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  1. #11  
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    Quote Originally Posted by Wei Wu Wei View Post
    .......... The existence of taxes is government interference.....
    I suppose so. But now you sound like one of those theoretical physicists who declares that merely observing a phenomenon changes it.
    Pass a tax; you interfere. Don't pass a tax; you interfere.:)
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  2. #12  
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    Quote Originally Posted by Wei Wu Wei View Post
    Compare these numbers to the statistics on the wealthy. Their income growth, their net worth, percentages of wealth held by them, percentages of stock, changes in political contributions, etc.
    Not according to the actual figures:
    "The number of U.S. households with a net worth of $1 million or more, not including first homes, fell by 2.5 million to 6.7 million in 2008, according to the Spectrum Group report, as reported by Reuters.

    After the 27 percent drop, the number of millionaires is at the lowest level since 2003, when the millionaire population stood at 6.2 million..........The number of U.S. households with a net worth over $5 million, again not including first homes, fell by 28 percent to 840,000."

    http://en.wikipedia.org/wiki/Millionaire

    Just because you want to believe that the rich are getting richer...etc....doesn't make it so. Clearly, there are fewer rich people (with a net worth of 1 mil not counting primary residence) than there were before the recession.

    Some of the measurements you propose above are just plain nutty. Percentages of stock? Really? Look up "changes in political contributions"; I won't even do that for you, and you'll find that the wealthy people these days are giving less, not more.

    You can't just make crap up and dish it out, Wei.
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  3. #13  
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    Quote Originally Posted by NJCardFan View Post
    So 30 million newborns to 11 year olds should be working by now?
    70% of all increase in population since 1970 has been due to immigration.

    I wonder if unemployed illegal aliens count as unemployed Americans.
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  4. #14  
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    Quote Originally Posted by Starbuck View Post
    Not according to the actual figures:
    "The number of U.S. households with a net worth of $1 million or more, not including first homes, fell by 2.5 million to 6.7 million in 2008, according to the Spectrum Group report, as reported by Reuters.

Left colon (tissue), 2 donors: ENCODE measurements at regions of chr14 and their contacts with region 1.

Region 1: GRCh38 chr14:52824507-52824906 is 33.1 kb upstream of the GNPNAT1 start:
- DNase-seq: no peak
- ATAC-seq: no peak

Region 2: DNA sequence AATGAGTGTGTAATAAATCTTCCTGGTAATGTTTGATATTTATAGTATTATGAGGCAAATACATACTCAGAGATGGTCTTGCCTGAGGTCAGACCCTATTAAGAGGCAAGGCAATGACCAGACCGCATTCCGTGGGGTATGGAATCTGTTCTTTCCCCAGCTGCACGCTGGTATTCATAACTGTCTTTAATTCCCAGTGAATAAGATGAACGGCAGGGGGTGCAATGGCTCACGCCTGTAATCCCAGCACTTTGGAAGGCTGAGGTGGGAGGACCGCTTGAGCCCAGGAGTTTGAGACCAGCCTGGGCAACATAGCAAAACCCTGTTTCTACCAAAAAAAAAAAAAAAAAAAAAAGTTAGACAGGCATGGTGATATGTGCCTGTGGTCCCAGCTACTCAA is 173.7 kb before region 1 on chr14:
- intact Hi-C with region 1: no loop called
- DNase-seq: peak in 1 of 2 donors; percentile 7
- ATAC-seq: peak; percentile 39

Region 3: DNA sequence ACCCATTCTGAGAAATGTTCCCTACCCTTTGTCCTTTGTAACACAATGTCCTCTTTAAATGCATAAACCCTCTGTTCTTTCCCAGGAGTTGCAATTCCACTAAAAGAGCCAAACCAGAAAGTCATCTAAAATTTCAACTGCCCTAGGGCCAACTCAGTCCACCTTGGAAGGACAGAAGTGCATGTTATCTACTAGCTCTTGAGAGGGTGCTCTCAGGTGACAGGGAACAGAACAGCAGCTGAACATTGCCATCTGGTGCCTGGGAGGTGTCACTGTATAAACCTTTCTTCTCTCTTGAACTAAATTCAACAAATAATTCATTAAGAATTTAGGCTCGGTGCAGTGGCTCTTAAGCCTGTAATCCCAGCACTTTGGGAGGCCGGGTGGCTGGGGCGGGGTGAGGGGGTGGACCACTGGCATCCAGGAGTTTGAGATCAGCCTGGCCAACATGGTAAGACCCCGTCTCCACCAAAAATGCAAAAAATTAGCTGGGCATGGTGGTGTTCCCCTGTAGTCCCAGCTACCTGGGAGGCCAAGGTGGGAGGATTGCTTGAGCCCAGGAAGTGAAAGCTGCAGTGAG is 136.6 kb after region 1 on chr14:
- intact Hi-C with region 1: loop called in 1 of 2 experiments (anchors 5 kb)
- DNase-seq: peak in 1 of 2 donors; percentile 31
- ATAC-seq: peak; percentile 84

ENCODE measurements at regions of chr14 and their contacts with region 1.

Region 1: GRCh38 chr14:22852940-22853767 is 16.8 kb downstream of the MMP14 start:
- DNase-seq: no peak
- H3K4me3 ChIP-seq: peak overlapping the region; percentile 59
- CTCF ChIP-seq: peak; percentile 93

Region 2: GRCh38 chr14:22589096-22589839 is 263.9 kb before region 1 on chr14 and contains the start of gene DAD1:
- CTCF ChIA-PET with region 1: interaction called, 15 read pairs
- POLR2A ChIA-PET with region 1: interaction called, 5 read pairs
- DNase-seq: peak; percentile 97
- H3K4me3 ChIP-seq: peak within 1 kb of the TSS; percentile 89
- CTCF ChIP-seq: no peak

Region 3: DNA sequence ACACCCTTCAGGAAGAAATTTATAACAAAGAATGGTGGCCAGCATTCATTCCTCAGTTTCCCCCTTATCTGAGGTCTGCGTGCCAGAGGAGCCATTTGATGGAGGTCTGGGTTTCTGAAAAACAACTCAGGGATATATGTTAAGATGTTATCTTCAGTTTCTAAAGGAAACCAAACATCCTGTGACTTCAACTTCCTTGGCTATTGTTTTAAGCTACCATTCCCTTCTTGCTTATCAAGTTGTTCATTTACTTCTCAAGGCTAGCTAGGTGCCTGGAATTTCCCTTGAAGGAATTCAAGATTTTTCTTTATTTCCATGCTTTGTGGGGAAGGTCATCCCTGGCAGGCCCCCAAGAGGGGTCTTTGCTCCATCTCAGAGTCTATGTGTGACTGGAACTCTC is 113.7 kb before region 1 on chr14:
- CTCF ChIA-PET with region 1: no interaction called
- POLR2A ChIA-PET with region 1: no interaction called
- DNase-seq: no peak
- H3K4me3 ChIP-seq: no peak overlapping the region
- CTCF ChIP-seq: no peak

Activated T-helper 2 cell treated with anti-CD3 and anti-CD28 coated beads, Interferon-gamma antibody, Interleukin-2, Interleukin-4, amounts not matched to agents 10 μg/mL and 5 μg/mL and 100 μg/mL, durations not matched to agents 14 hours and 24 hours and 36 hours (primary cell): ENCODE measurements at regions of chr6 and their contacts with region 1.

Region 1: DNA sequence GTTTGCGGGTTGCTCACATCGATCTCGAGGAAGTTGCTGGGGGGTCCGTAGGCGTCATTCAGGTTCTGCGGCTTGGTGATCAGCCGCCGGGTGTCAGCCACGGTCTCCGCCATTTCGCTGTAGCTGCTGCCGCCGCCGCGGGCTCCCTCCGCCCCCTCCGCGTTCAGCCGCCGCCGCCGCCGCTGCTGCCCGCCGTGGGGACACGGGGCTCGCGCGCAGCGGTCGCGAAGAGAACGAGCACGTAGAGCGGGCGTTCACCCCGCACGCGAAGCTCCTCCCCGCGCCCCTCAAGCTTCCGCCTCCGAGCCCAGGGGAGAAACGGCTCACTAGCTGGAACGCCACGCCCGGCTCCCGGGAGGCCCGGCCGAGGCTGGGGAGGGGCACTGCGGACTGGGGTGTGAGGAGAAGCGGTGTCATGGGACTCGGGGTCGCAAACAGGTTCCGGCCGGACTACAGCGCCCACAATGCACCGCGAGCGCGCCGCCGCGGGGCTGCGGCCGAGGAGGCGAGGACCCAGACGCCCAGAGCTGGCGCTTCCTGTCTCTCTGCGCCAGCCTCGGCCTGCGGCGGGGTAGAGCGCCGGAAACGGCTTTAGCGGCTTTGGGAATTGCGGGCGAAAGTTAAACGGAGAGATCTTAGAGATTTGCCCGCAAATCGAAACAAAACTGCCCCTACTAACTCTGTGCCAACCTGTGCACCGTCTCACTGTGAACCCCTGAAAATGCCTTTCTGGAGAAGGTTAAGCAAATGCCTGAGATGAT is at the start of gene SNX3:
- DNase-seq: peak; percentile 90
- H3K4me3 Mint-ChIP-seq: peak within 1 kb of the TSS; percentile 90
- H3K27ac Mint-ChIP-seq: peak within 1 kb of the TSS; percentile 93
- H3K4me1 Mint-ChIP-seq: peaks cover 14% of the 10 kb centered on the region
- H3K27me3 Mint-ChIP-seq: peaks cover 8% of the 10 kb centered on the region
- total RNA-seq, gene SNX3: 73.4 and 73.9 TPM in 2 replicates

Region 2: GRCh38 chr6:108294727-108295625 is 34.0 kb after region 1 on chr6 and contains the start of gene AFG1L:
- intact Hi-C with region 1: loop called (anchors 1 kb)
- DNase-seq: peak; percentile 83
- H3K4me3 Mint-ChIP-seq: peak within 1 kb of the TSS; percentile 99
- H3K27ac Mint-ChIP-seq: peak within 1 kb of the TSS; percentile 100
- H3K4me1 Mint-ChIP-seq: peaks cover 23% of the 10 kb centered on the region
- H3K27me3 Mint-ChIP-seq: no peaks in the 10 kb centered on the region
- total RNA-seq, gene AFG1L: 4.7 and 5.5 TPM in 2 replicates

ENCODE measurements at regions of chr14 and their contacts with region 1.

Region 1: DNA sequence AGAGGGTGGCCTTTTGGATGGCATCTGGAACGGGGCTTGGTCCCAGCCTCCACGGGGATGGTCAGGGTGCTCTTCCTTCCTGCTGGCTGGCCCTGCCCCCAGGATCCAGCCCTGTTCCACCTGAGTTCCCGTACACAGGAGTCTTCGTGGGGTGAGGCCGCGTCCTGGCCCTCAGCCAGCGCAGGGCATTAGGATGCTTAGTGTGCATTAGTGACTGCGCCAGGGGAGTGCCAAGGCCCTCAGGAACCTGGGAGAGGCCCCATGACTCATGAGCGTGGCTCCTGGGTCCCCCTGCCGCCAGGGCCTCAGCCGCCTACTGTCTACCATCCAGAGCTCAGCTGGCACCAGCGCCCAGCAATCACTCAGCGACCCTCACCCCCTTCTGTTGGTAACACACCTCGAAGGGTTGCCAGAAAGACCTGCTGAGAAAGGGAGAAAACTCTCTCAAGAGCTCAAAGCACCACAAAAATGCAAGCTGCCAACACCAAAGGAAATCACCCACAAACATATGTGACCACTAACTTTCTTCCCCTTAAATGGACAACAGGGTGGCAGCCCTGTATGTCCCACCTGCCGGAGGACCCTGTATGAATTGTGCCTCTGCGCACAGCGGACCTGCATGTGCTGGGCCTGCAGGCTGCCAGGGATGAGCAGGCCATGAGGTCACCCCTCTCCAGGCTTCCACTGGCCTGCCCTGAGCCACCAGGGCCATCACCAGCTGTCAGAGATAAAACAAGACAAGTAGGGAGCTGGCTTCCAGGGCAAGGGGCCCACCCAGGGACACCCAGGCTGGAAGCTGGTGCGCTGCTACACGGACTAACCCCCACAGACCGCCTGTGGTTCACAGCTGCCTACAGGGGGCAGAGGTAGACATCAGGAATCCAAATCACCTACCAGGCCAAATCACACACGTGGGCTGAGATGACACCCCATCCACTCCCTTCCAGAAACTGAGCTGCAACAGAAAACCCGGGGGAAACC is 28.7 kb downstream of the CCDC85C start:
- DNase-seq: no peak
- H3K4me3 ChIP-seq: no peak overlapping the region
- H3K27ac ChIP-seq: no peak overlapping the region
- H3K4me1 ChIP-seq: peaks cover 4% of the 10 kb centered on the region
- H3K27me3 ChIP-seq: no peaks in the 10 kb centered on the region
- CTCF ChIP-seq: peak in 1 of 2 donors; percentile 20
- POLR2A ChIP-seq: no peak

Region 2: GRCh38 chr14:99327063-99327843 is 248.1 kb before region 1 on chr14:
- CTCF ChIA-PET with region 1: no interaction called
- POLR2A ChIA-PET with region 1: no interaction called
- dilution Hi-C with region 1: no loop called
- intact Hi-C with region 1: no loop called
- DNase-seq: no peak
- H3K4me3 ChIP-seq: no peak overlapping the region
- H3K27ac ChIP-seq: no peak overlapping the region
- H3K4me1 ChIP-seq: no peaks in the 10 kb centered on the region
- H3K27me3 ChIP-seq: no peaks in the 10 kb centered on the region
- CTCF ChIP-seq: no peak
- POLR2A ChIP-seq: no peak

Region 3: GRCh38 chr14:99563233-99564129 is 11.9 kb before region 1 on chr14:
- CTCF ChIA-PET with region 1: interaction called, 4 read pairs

After the 27 percent drop, the number of millionaires is at the lowest level since 2003, when the millionaire population stood at 6.2 million..........The number of U.S. households with a net worth over $5 million, again not including first homes, fell by 28 percent to 840,000."

    http://en.wikipedia.org/wiki/Millionaire

    Just because you want to believe that the rich are getting richer...etc....doesn't make it so. Clearly, there are fewer rich people (with a net worth of 1 mil not counting primary residence) than there were before the recession.

    I never claimed that more people are getting richer. My essential claim is that the more wealthy you are, the more you have benefited from the economic climate for the last few decades, especially this last decade.


    Some of the measurements you propose above are just plain nutty. Percentages of stock? Really? Look up "changes in political contributions"; I won't even do that for you, and you'll find that the wealthy people these days are giving less, not more.

    You can't just make crap up and dish it out, Wei.


    Political contributions don't come in just the direct form anymore, as individual campaign contributions. We have new entities like PACs and SuperPACs that allow enormous sums of money to fly under the radar.
    Quote Originally Posted by Adam Smith - Wealth of Nations
    It is not very unreasonable that the rich should contribute to the public expense, not only in proportion to their revenue, but something more than in that proportion.
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  5. #15  
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    Quote Originally Posted by Starbuck View Post
    I suppose so. But now you sound like one of those theoretical physicists who declares that merely observing a phenomenon changes it.
    Pass a tax; you interfere. Don't pass a tax; you interfere.:)
    It's true though, and the entire right-wing economic rhetoric is based on the myth that a pure economy absent of government intervention is the solution and the goal. It's simply impossible.

    Not only is it impossible on it's face, but if we look at the current economic situation, we are so dramatically far in the opposite direction that even coming close to that goal is practically impossible.
    Quote Originally Posted by Adam Smith - Wealth of Nations
    It is not very unreasonable that the rich should contribute to the public expense, not only in proportion to their revenue, but something more than in that proportion.
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  6. #16  
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    Quote Originally Posted by Odysseus View Post
    You miss one of the obvious issues. Government isn't acting as a regulator when it comes to military expenditures, it is acting as a consumer, and like any consumer, it chooses goods and services based on its criteria. Suppliers compete for contracts, and they compete based on the quality price and utility of their products. Unlike the cronyism that we see in the financial markets, where the government is rewarding its pals with bailouts and transfers of taxpayer dollars, the driving force in military procurement is competition.